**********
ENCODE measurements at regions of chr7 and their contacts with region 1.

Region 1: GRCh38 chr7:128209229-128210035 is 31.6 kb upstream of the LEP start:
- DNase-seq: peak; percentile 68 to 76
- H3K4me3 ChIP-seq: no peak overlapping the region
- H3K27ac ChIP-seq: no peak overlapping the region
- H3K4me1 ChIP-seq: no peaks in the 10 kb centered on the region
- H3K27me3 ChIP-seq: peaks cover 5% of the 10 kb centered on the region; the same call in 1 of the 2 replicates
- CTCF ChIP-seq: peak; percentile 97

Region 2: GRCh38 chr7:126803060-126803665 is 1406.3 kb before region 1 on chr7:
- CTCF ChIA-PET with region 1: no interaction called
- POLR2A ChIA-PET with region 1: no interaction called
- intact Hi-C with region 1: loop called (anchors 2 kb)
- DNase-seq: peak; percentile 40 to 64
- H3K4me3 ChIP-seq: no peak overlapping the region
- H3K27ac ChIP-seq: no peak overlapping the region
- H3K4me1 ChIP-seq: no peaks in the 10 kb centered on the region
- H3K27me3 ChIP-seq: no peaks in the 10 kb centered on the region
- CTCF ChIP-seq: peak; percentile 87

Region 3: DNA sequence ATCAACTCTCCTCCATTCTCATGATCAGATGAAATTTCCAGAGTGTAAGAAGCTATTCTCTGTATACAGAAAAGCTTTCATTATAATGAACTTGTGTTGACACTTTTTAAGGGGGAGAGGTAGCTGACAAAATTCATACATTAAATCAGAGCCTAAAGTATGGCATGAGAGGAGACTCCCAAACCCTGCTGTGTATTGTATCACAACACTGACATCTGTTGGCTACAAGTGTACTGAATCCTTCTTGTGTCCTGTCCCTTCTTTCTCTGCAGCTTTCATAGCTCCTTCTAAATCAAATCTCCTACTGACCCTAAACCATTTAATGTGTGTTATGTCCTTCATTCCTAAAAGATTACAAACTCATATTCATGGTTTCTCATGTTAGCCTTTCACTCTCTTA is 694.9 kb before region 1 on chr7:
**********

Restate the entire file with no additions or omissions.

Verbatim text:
ENCODE measurements at regions of chr7 and their contacts with region 1.

Region 1: GRCh38 chr7:128209229-128210035 is 31.6 kb upstream of the LEP start:
- DNase-seq: peak; percentile 68 to 76
- H3K4me3 ChIP-seq: no peak overlapping the region
- H3K27ac ChIP-seq: no peak overlapping the region
- H3K4me1 ChIP-seq: no peaks in the 10 kb centered on the region
- H3K27me3 ChIP-seq: peaks cover 5% of the 10 kb centered on the region; the same call in 1 of the 2 replicates
- CTCF ChIP-seq: peak; percentile 97

Region 2: GRCh38 chr7:126803060-126803665 is 1406.3 kb before region 1 on chr7:
- CTCF ChIA-PET with region 1: no interaction called
- POLR2A ChIA-PET with region 1: no interaction called
- intact Hi-C with region 1: loop called (anchors 2 kb)
- DNase-seq: peak; percentile 40 to 64
- H3K4me3 ChIP-seq: no peak overlapping the region
- H3K27ac ChIP-seq: no peak overlapping the region
- H3K4me1 ChIP-seq: no peaks in the 10 kb centered on the region
- H3K27me3 ChIP-seq: no peaks in the 10 kb centered on the region
- CTCF ChIP-seq: peak; percentile 87

Region 3: DNA sequence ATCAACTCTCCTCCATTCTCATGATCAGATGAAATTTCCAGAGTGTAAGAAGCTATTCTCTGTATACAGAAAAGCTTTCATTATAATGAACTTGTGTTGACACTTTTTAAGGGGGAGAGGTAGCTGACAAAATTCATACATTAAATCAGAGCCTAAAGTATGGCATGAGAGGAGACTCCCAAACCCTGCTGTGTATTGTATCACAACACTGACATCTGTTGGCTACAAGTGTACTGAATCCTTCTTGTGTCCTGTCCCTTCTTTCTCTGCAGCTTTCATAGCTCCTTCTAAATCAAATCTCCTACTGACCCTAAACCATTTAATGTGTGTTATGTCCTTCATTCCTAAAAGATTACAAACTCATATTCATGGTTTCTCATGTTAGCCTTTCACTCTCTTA is 694.9 kb before region 1 on chr7: